‘Getting right people always a challenge’
After 27 years in the dairy industry and two years managing one of the eight Hauraki Collective-owned Pouarua dairy farms on the Hauraki Plains, Roger Griffin is starting to remember quite fondly the pumice soils at Taupo, where he is originally from.
“This has been the wettest spring some of the locals have seen for 25 years,” he says.
It has affected his empty rate, having had a good first season on the farm and an empty rate of just over fiv e per cent from 1300 cows and an 86% six-week, in calf rate.
“We could have reacted a bit quicker,” he says.
“All the cows were milking once a day in the spring, but we could have done it earlier and for longer. With only one feedpad, we were milking some cows in the morning and some cows at night.
The only way we could feed them was on the feed pad. We ended up with a 12% empty rate, which wasn’t terrible, but it wasn’t the result we wanted.”
Still, it was a one-in-25-year problem. And the peat soils are definitely not as bad as the clay soils at Raglan where Roger used to work.
Roger came out of self-employment to take up the management job at Pouarua, saying as the milk pay-out dropped, farm-owners in the private industry couldn’t afford to keep the same contracts going for the same people.
“My wife was doing level four and five AgITO; some of the people in her class were told they no longer had a job. That didn’t happen to us, but we got to the end of our contract and went our separate ways with the farm-owner on very good terms.”
That was a 400-cow farm, and now Roger is managing a 1330-cow farm. “A large herd is not much different from a small herd.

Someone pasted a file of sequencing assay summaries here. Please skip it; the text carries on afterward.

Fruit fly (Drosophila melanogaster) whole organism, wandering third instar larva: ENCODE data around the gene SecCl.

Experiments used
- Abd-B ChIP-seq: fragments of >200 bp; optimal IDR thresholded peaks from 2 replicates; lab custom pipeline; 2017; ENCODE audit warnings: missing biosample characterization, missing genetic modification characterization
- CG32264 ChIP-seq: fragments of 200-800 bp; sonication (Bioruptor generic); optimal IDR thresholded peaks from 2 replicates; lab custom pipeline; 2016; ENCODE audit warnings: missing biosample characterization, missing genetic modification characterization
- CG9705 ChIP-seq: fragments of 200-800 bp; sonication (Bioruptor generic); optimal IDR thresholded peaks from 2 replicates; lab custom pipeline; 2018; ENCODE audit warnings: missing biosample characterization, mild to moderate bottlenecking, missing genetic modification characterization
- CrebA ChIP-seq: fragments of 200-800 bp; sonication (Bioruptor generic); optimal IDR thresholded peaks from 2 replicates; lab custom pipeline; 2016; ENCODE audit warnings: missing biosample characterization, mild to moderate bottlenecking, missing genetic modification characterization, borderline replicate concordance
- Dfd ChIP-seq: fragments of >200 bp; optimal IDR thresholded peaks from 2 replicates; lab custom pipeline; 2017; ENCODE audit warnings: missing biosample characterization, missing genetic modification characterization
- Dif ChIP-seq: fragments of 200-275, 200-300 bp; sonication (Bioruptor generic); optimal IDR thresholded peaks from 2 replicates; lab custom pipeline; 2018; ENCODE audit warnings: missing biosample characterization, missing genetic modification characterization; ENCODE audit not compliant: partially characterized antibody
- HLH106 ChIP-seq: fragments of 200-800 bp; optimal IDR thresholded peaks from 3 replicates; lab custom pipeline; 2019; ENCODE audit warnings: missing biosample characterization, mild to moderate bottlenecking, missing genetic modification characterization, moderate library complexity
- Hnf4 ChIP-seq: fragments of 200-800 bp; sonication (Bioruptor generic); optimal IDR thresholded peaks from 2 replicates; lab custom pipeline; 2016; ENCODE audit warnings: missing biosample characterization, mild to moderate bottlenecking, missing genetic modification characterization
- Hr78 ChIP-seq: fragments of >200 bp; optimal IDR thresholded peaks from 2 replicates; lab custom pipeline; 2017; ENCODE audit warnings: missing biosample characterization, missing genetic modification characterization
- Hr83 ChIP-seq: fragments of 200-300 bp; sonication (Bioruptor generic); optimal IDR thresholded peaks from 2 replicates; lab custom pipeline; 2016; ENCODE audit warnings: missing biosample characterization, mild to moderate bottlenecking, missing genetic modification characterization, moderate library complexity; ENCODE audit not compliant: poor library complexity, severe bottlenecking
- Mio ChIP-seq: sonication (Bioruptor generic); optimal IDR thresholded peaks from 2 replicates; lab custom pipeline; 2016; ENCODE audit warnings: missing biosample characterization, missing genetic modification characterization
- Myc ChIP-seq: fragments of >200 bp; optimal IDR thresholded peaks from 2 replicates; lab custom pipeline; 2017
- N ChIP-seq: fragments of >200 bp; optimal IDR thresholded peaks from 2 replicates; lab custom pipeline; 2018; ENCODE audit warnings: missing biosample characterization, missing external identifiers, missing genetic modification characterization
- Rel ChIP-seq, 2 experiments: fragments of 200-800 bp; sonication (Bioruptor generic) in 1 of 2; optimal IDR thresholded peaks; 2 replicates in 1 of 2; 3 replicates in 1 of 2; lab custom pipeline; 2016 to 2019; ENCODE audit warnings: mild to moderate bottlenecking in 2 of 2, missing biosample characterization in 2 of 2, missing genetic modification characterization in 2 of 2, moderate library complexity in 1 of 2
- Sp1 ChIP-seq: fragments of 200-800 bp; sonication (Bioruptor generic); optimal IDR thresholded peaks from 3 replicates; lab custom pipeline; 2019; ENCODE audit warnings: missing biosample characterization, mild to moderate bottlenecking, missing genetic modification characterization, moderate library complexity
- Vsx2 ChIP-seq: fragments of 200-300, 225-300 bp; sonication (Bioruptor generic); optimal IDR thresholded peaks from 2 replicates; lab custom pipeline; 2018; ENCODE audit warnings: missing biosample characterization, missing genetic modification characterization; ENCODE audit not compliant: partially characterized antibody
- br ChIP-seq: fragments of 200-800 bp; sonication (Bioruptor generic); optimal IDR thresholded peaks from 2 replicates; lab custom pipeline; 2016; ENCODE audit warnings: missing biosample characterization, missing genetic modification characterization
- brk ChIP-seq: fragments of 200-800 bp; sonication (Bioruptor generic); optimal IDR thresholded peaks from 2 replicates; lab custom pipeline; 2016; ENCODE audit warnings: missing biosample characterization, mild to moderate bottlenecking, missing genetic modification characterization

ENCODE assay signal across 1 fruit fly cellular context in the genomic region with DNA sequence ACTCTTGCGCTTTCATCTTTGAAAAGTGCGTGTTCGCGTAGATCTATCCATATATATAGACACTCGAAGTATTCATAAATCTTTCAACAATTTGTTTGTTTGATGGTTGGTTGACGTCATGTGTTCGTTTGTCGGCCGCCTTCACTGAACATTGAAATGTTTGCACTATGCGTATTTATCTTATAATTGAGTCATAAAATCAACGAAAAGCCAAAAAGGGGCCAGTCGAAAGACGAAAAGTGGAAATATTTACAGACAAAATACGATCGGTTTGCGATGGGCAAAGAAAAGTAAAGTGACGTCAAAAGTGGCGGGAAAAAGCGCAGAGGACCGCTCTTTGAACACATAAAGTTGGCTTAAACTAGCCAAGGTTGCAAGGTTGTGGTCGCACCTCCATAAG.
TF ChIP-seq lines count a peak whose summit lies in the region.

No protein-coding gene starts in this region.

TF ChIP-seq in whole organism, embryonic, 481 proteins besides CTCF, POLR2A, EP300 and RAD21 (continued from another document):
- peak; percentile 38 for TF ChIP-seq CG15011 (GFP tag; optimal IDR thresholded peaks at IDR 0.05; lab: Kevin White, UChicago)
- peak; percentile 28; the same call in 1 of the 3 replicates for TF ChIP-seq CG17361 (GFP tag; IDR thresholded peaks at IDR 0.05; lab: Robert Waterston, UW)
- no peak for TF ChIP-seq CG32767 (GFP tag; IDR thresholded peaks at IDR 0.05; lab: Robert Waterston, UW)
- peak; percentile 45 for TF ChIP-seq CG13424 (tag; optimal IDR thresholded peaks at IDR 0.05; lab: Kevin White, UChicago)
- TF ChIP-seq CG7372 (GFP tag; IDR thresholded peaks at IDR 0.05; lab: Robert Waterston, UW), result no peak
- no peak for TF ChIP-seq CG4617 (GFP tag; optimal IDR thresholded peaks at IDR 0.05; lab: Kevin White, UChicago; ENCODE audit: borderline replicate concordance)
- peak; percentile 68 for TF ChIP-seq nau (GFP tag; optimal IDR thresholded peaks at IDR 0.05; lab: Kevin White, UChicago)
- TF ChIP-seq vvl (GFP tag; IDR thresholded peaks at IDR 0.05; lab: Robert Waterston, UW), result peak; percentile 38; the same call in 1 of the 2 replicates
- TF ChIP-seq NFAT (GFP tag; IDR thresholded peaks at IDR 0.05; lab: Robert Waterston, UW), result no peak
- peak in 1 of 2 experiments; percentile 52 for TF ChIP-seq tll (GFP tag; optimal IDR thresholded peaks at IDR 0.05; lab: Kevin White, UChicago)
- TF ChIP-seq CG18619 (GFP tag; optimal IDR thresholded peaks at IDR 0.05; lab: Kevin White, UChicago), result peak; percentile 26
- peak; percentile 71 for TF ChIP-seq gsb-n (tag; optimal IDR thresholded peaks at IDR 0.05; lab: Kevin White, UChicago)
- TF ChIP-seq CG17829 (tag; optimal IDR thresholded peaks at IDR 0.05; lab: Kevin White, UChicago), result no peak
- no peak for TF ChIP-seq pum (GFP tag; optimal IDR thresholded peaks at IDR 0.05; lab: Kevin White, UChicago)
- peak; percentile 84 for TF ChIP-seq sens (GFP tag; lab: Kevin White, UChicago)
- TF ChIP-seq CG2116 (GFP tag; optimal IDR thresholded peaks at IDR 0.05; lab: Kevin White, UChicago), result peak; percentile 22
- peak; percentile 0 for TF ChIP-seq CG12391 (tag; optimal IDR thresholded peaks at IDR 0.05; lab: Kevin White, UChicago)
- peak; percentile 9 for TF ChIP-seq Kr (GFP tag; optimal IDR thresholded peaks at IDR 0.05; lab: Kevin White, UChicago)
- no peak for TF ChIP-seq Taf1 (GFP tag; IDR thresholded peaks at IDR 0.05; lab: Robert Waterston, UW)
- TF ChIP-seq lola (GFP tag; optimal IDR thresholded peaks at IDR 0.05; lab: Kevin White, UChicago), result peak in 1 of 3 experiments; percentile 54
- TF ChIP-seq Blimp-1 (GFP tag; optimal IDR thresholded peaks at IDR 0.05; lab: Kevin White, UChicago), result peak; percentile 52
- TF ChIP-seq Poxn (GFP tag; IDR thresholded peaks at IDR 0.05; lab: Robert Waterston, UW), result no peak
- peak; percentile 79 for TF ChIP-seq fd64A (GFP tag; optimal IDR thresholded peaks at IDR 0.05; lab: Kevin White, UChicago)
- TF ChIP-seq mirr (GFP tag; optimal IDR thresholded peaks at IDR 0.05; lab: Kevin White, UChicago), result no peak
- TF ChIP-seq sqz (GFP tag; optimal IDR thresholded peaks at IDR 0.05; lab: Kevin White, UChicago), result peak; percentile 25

Each cow gets treated as much as an individual as we can. It’s more about getting the right staff in place, and that’s the biggest problem with large herds, and small herds as well.”
He employs his own staff at Pouarua, and says getting the right people has always been a challenge.
“I play social hockey at Ngatea where I’m talking to farmers in the district and we’re still having the same issues. Good staff will always move forward. There are no bad staff to a point, if you’re willing to train your staff and help them move forward.”
He says this philosophy has seen him not having to advertise for staff at times, as people will seek him out, knowing he is there to help them make their way through the dairy industry.
Roger and his wife have raised five children (all daughters) while they’ve been in the dairy industry.
Their eldest is coming back home from Auckland to fulfil a six month fixed term contract before applying to join the police force.
The second eldest works for the Inland Revenue Department, and is moving on up that system at age 20.
The third daughter has always loved animals and is studying agricultural management at Waikato University, The two youngest are at home and in years eight and 10 at school.